Kids grow up extremely fast. It can feel like a few short weeks before your baby is walking all of a sudden (even though it typically takes a year or so to reach that milestone), and in what feels like a few short months, your child will already be off starting pre-school or kindergarten.
Although you may love seeing your kids grow up in front of your very eyes, eventually you will reach that point where you feel like the are growing too fast. You start to realize that your child will soon be out of the house living their own lives away from you, and it will happen sooner than you want. And in fact, most parents really want their children to never grow, simply because growing up eventually means leaving you physically. There’s no wonder that a lot of parents are so willing to let their children continue living with them in their house, even after they have graduated from college and should technically be looking for a place of their own. The longer you can stay with your children, the better you feel.
However, this strategy cannot go on indefinitely. Even for parents who let their children live with them into their twenties and even thirties, a line must be drawn. A large part of this is due to the fact that once you do leave this world for good, your child very likely will not be capable of living on their own. Instead of having someone always there to do their laundry and cook them lunch and dinner every day, they will suddenly need to fend for themselves, which can often be too much for them. If you are a good parent, you most definitely do not want to be leaving your children in such a situation that could have a direct impact on their lasting health, making it imperative that you let them leave the nest sooner rather than later, as counterintuitive as that may seem from an emotional standpoint.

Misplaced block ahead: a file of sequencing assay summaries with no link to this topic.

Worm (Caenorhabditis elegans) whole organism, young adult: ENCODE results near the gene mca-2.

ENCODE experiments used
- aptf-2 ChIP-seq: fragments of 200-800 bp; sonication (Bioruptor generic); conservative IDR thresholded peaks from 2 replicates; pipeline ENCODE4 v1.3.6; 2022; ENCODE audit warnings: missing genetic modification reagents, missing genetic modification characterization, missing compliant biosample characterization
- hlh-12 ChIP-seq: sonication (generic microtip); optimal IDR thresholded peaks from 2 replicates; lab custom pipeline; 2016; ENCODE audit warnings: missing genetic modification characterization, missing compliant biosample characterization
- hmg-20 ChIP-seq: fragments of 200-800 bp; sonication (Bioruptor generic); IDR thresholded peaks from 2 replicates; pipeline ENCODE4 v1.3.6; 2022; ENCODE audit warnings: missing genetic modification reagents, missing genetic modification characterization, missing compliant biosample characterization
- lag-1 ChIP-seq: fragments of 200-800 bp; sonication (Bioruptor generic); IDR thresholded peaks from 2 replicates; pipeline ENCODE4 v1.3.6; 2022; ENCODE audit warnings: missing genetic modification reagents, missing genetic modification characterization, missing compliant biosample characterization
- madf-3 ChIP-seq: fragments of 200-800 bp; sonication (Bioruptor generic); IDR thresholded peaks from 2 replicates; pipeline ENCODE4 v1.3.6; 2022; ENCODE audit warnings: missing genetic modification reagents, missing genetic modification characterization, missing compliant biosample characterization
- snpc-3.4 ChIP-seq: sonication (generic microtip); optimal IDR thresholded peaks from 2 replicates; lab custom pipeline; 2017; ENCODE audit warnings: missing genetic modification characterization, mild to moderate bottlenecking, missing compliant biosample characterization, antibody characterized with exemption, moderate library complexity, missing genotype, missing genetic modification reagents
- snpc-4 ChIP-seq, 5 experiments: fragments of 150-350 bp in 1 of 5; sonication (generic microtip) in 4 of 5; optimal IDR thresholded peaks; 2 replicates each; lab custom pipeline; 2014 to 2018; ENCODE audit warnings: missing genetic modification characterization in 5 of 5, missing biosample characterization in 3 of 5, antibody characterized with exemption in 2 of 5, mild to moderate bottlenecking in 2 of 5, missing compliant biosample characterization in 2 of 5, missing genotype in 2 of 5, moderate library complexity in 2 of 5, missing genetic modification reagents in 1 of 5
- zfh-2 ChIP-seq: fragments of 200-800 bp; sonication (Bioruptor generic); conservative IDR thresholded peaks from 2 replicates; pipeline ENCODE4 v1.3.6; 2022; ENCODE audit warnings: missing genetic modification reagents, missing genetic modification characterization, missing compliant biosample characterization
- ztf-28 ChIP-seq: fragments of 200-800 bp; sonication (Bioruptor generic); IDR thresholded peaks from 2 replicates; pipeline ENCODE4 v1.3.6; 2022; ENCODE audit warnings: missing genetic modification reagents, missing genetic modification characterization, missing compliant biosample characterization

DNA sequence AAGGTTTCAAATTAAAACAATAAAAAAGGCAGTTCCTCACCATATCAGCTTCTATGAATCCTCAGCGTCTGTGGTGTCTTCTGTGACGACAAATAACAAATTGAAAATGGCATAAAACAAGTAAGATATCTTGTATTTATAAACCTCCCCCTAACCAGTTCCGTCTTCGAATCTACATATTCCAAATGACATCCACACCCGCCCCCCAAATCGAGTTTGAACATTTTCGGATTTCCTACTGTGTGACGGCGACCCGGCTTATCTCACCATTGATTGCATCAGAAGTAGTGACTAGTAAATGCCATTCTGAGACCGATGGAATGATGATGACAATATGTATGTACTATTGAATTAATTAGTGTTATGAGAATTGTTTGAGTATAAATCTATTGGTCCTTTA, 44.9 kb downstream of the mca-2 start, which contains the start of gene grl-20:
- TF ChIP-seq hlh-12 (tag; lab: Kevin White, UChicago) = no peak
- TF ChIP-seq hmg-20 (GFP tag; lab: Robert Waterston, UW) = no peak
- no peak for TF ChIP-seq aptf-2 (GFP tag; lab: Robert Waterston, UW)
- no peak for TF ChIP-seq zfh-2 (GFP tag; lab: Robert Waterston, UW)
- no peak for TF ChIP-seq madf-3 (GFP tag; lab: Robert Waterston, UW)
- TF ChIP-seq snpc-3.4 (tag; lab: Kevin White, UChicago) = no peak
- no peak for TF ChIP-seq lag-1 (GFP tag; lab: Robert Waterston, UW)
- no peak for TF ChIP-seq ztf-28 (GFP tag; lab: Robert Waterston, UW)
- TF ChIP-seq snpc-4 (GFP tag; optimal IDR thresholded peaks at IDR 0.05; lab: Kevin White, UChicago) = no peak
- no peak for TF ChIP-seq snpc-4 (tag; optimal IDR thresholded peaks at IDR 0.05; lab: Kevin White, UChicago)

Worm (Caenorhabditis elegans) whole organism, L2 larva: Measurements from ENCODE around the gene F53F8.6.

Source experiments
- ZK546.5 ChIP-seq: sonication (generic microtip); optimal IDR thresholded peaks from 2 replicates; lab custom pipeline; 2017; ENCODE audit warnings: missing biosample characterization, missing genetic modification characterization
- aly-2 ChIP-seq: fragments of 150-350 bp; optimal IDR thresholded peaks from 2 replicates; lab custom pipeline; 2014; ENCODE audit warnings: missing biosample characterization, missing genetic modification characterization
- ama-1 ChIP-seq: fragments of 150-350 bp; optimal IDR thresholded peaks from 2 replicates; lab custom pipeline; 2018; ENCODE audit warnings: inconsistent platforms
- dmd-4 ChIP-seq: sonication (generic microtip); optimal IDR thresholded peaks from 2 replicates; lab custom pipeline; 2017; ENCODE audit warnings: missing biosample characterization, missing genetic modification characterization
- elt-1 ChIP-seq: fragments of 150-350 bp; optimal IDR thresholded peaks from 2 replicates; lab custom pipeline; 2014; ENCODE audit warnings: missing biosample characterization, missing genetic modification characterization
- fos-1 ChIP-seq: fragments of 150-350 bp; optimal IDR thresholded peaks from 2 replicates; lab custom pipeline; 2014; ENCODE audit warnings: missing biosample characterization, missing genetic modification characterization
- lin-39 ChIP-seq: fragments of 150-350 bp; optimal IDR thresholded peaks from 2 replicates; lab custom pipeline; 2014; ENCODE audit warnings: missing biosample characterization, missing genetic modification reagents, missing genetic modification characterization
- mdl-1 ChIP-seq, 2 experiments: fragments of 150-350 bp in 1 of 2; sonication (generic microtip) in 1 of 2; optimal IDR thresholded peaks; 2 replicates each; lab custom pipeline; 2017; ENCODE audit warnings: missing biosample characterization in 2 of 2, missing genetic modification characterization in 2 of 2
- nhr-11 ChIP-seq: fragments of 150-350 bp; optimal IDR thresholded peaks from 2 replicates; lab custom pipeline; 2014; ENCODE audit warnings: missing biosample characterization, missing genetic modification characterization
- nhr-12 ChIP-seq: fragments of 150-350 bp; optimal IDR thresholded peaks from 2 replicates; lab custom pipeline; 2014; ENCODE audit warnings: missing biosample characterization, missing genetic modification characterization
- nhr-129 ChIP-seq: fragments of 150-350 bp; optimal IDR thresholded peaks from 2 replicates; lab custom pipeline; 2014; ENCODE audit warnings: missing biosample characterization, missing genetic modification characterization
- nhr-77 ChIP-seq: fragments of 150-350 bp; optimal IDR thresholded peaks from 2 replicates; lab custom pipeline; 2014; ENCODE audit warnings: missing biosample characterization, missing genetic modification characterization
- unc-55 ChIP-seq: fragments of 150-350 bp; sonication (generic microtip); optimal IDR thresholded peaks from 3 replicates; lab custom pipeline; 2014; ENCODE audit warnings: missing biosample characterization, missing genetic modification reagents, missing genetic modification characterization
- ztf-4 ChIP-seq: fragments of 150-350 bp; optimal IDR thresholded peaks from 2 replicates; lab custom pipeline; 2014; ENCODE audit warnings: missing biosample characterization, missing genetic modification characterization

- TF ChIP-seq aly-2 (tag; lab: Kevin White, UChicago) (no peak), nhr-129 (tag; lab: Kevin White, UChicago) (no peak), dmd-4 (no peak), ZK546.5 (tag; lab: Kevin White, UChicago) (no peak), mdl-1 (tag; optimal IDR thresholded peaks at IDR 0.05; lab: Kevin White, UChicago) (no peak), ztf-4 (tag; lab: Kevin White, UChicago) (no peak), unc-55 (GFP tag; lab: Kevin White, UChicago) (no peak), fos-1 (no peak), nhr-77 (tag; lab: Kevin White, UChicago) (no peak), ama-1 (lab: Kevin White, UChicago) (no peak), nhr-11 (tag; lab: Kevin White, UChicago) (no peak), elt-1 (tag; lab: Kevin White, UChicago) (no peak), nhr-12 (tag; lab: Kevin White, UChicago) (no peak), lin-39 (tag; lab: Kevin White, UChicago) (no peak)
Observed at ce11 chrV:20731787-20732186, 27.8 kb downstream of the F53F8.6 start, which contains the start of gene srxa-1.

So where does that leave you as a parent? If you are a good parent, you know that the clock is ticking before you allow (or in some cases force) your child to leave the nest. And when that happens, you will undoubtedly be missing out on a huge part of your life, a part that was with you for 18 years. So instead of dreading that day when it inevitably will come, instead focus on the time that you do still have with your kids. Whether they are still crawling or are an unruly high school teenager who barely wants anything to do with you, make every memory that you can with them as humanely possible. In this way, even if they are gone from your house physically, they will always be there with you in spirit through the cherished memories that you have created with them.